Over the recent two decades, management boards of not-for-profit community organisations have been adopting the Carver model of governance and administration.
The core principle of this model of management is to set boundaries within which the organisation and its personnel may operate. Rather than prescribing in detail what must be done to achieve set goals and objectives, the system adopts a “negative” discourse of directives that nevertheless opens the way for creative imagination and fluidity.
For example; “thou shalt not” spend more than $x on this project without recourse to the board, but you have complete freedom to use that budget line as you see fit towards its intended purpose.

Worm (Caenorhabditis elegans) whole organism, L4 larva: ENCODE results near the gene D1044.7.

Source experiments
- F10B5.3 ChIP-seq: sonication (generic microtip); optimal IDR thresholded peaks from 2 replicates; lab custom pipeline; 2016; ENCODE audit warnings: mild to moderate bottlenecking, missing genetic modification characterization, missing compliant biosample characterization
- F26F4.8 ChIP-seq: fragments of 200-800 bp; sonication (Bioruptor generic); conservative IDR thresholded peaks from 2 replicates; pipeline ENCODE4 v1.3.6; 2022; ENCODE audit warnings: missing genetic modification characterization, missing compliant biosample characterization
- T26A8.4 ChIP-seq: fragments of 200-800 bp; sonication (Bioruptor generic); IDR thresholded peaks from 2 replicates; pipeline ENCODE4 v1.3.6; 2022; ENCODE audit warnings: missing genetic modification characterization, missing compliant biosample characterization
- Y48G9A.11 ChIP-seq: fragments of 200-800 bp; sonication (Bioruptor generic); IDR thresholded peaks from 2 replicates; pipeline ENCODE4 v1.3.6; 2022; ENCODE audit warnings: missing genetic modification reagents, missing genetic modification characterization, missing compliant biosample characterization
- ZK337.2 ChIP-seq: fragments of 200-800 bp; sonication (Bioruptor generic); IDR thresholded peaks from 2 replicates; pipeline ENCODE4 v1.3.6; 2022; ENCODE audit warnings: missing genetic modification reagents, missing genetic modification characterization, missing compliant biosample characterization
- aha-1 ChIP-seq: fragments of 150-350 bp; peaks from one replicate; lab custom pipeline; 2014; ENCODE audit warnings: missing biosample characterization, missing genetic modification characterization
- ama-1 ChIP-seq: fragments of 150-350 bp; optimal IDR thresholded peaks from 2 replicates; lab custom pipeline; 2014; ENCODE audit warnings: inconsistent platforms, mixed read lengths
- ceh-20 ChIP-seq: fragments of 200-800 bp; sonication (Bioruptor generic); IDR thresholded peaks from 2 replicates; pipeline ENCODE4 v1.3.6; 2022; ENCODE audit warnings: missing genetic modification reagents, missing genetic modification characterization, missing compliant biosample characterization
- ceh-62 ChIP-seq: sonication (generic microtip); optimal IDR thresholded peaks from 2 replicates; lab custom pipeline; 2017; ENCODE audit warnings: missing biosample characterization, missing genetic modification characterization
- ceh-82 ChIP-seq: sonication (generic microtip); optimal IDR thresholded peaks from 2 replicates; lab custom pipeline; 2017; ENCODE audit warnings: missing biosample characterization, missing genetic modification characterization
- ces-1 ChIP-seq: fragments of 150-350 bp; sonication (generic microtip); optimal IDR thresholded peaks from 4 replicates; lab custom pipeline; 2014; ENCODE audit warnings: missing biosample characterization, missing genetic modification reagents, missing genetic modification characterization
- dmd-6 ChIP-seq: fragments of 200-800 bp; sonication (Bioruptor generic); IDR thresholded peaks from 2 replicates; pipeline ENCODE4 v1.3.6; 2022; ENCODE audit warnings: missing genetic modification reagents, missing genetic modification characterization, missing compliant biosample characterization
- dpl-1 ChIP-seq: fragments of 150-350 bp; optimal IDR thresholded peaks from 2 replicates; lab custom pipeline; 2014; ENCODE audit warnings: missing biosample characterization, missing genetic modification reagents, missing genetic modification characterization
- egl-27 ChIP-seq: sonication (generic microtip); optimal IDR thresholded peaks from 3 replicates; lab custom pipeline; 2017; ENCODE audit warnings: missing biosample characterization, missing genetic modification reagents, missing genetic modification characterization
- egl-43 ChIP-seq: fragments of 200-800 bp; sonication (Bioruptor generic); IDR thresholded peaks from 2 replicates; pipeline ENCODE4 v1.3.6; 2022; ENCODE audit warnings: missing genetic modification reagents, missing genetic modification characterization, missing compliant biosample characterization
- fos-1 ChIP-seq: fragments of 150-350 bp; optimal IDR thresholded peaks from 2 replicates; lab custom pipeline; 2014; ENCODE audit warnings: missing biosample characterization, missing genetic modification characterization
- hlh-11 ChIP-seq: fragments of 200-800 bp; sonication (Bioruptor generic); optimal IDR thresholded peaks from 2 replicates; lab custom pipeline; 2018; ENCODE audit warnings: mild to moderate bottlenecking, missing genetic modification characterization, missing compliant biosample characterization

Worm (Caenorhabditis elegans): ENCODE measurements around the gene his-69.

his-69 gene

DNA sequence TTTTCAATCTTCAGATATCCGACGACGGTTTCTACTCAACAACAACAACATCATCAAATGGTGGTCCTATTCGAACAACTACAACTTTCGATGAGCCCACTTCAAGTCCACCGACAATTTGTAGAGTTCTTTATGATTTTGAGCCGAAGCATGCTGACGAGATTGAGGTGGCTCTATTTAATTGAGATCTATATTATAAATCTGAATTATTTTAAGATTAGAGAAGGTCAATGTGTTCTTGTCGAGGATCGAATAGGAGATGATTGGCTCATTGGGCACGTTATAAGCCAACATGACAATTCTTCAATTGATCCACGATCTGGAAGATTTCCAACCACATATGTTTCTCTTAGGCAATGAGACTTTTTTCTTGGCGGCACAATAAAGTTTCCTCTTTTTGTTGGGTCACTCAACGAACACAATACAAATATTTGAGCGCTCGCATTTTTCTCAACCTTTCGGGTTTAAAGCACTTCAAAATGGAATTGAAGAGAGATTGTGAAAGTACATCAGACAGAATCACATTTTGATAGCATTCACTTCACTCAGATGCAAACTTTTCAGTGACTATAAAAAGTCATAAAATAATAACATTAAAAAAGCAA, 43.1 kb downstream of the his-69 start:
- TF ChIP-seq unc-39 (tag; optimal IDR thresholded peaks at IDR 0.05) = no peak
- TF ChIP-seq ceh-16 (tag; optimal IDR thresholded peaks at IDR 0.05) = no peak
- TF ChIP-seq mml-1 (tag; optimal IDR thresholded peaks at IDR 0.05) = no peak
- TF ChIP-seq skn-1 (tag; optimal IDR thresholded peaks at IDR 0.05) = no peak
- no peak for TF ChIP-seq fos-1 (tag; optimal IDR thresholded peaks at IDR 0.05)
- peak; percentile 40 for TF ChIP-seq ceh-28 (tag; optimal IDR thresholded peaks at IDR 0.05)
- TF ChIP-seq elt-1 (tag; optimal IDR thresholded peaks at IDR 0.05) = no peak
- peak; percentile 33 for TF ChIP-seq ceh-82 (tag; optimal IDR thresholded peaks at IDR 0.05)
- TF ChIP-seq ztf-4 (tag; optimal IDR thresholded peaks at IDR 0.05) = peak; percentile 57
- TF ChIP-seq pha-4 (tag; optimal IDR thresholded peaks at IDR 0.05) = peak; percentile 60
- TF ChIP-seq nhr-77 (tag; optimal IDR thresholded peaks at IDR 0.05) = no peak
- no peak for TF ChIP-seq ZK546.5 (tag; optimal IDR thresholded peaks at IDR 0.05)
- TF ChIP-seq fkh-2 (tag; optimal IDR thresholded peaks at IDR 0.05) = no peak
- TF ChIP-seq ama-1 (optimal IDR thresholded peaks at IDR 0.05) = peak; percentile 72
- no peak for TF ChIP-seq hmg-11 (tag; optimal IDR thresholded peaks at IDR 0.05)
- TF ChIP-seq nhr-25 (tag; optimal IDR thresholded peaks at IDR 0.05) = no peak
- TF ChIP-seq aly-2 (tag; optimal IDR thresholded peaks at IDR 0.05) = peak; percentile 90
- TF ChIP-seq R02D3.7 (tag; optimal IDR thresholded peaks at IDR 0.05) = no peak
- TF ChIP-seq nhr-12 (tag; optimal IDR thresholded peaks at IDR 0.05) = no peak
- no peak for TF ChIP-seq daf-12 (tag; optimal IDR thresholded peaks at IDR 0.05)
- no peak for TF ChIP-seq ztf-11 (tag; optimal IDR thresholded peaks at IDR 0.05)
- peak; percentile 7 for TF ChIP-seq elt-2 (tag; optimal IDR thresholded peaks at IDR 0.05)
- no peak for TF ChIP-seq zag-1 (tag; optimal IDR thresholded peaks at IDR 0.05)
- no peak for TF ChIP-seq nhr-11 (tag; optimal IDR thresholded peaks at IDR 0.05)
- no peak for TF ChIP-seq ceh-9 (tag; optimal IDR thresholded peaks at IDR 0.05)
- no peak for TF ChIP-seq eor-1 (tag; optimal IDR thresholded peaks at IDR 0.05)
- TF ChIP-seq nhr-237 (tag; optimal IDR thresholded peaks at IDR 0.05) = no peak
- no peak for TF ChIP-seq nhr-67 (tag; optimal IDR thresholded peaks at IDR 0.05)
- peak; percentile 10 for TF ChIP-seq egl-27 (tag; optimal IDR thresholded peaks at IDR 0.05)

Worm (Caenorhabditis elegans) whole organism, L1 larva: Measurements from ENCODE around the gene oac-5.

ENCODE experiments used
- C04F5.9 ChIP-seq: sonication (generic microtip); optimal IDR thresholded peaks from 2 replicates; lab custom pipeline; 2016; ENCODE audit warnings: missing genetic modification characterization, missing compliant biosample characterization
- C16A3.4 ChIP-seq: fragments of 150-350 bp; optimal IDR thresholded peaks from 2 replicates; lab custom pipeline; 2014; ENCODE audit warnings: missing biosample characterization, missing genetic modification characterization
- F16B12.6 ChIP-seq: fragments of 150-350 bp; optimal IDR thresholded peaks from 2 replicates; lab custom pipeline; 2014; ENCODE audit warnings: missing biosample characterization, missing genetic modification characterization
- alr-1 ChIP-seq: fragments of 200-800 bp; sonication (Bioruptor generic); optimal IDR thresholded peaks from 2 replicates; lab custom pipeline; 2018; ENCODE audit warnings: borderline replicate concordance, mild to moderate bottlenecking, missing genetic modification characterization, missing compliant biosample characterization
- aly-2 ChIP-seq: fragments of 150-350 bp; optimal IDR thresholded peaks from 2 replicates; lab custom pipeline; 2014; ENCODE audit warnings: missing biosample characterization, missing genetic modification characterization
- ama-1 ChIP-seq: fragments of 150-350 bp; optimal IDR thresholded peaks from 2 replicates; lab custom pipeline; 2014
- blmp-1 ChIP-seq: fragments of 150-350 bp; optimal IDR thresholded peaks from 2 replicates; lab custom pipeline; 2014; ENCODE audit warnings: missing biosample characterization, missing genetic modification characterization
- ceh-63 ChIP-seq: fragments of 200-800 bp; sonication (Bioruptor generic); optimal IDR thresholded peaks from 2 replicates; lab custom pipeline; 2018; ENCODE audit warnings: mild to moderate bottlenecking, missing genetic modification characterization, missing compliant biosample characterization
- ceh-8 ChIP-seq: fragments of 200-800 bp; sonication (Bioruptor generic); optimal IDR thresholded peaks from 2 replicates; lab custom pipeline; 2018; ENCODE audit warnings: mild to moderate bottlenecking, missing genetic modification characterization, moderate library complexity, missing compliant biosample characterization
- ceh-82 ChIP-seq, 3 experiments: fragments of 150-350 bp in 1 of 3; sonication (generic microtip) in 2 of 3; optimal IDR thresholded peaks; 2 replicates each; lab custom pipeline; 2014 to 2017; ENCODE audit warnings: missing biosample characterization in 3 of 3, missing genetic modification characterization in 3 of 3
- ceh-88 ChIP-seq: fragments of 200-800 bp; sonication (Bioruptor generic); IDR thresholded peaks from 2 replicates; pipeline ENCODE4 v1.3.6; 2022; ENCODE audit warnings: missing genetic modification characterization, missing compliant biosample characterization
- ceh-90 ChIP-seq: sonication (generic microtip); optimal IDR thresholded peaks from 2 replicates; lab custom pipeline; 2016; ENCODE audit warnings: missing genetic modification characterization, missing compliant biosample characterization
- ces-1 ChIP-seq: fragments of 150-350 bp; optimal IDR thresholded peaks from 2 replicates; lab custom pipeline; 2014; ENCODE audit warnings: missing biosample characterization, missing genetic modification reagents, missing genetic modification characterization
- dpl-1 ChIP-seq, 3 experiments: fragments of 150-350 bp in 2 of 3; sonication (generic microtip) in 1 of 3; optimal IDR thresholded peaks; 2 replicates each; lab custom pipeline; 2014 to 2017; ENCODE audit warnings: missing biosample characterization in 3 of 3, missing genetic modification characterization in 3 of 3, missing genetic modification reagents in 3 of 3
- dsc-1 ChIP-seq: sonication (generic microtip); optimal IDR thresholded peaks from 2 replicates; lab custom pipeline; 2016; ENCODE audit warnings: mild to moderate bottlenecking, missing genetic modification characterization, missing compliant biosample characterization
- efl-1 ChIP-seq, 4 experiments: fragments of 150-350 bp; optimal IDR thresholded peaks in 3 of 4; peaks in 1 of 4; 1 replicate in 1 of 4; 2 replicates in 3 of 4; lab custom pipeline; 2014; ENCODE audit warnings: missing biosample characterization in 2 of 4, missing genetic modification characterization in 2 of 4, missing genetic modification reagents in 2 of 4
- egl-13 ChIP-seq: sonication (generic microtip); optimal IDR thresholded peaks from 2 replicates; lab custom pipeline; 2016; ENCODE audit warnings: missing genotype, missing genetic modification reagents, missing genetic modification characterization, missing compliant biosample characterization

Or “thou shalt not” hire more people than what our budget line allows, but within that ratio you have complete liberty to hire as you see fit for the organisation’s purpose.
This saved boards from hours of tedious micro-management and feed them for more creative work. Boundaries are necessary for freedom to find fuller expression.
The Decalogue or the Ten Commandments (Exodus 20) are in the same category. They are couched in “thou shalt not” terms and set boundaries that allow freedom to find fuller expression. They are often misrepresented as a scowling schoolmarm scrutinising one’s untamed soul for misdemeanours deserving punishment.
Rather they define the scope within community life together wherein freedom, and ultimately, love, can freely express itself.